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Mary Belle Barclay


Member of the Order of Canada

"A former teacher and an ardent conservationist, this Calgary resident was a co-founder, with her late sister, of the Canadian Youth Hostel Association in 1933. From a shaky beginning with a horse, two cars and a tent, the Association has become a network of some sixty shelters [now called hostels], serving Canadians and visitors from around the world." [Governor General of Canada, June 1987]

Mary Belle and Catherine Barclay

 Mary Belle Barclay and her sister Catherine were special people who were courageous Western Pioneers and together they officially founded and then registered the Canadian Youth Hostel Association in 1938 (now HI-Canada). Both sisters were pragmatic dreamers who got things done.

Mary gave credit to her sister Catherine for bringing the concept of hostelling from Europe to Canada, but it was Mary's dream and determination that really made it happen in 1933. The first hostel was at Bragg Creek, Alberta and consisted of a $19 tent. Mary later wrote "it was the right idea that once seen can never be destroyed".

You can read more about Mary's life in the book "Mary Belle Barclay", written by Evelyn Edgeller. Click here to download the pdf version.

Awards and recognitions

In 1973, Mary and Catherine Barclay were honoured by the City of Calgary as Citizens of the year, and in 1975, the two sisters received the Richard Schirrmann medallion and scroll from the International Youth hostel Association in Germany (DJH) for their work as the founders of the youth hostel movement in Canada.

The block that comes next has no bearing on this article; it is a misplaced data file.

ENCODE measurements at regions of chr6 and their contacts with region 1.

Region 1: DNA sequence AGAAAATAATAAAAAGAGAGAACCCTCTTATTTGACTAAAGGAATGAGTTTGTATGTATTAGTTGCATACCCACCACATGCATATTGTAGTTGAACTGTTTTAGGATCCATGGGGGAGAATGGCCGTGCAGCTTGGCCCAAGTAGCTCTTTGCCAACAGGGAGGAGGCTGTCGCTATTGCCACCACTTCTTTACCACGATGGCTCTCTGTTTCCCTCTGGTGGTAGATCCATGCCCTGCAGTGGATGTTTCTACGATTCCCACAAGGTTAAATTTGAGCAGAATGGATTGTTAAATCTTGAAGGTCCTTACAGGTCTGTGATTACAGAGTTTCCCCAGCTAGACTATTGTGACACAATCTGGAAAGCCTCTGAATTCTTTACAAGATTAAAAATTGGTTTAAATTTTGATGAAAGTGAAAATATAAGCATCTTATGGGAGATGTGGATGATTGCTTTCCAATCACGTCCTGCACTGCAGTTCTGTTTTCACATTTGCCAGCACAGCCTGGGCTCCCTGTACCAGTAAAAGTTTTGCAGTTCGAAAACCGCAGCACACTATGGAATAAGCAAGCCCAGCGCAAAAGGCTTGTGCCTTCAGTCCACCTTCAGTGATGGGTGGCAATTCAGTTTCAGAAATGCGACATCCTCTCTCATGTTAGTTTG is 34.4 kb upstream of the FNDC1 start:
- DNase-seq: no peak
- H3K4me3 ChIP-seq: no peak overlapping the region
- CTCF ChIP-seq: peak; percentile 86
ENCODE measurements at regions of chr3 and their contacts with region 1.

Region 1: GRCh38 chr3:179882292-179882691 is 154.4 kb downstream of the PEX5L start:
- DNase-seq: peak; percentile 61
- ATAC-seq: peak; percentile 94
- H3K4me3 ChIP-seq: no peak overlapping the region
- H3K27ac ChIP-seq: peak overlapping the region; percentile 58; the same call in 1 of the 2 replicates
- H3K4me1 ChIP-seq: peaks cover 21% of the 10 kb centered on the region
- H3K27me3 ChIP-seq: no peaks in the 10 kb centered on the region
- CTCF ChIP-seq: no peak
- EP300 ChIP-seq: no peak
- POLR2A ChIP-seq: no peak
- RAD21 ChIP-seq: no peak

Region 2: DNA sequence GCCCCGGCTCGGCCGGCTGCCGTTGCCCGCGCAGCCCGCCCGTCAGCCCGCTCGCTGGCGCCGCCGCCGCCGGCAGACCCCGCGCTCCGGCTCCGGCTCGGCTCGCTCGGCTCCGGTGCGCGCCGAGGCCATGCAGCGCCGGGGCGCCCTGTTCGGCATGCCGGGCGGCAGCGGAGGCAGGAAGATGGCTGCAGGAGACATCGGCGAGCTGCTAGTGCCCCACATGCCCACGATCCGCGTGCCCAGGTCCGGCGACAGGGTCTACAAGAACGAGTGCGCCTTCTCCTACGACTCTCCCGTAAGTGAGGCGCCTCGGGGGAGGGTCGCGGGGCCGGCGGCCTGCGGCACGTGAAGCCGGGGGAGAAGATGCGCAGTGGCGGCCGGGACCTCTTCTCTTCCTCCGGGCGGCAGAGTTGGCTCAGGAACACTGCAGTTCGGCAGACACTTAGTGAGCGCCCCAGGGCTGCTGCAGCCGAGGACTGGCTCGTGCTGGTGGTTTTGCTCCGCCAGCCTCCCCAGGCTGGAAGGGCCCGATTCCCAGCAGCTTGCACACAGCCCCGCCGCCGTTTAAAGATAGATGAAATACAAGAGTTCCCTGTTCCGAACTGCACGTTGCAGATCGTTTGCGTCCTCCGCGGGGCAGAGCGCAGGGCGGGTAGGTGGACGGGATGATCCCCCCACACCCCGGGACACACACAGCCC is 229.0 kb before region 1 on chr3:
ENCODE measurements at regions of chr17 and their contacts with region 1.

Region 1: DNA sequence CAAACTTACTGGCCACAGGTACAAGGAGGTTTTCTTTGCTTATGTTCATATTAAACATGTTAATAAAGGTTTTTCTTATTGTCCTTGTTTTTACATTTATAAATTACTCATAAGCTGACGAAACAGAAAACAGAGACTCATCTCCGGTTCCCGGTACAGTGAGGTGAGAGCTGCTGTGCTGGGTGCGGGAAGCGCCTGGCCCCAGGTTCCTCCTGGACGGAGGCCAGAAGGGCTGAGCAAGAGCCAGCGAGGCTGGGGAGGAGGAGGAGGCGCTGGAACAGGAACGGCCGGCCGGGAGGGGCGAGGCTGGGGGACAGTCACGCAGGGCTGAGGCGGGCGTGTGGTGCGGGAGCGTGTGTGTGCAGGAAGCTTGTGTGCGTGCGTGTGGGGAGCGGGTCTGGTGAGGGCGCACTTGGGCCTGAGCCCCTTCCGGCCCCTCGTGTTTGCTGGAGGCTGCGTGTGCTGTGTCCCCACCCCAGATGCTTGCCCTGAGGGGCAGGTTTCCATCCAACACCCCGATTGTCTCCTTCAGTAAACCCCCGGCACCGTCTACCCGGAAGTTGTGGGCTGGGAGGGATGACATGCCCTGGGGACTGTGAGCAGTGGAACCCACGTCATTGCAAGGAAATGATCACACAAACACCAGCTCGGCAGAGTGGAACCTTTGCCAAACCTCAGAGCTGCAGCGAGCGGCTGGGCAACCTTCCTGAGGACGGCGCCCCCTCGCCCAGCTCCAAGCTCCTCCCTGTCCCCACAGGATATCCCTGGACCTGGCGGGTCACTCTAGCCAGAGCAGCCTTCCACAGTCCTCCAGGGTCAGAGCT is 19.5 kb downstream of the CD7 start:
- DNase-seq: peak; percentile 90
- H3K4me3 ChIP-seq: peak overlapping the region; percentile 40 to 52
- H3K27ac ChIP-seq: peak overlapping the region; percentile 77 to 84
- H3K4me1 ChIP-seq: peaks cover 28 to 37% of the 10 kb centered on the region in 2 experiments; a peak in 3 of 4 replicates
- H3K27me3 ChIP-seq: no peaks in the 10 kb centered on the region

Mary also received the founders award  - Isabelle and Monroe Smith award  -from our neighbours to the south, formerly the American Youth Hostels Association, now HI-USA. Then, in 1987, the Canadian government recognized Mary's pioneer work and dedication to the advancement of the youth hostelling. Mary received her country's highest tribute, bestowed upon a citizen, the Order of Canada.

Mary Belle Barclay's Legacy

First conceived as a dream by Mary and her sister in 1933, it is now a national network of youth hostels owned and managed by a community of travellers. Today the Canadian hostelling network, stretches across the country and affordable HI hostels can be found in every province from sea to sea.

Mrs Evelyn Edgeller, in the epilogue of her book "Mary Belle Barclay", wrote: "Many of the homesteaders, like Mary Barclay and her family, rose to the challenge and showed greatness in courage, hard work, moral fibre and understanding." And in the closing comments of her own biography Mary said "May I hope that this little volume on my life and work might inspire readers to undertake their own pioneer work towards uplifted thinking, true education, greater understanding, and the pursuit of peace with all people."

In September 2000, Mary passed away, just a few months short of her 100th birthday.

Mary has left us a legacy, a legacy that is measured in more ways than just a financial bequest from her estate. She has left us her vision of the future, that special adaptable and noble pioneer spirit filled with enthusiasm and determination to succeed. She embraced change and made things happen. The legacy of Mary Belle Barclay is one and the same as HI-Canada's mission:

"To help all, especially the young, gain a greater understanding of peoples, places and cultures through hostelling."

 Barclay family fonds - at the Glenbow Musem in Calgary:
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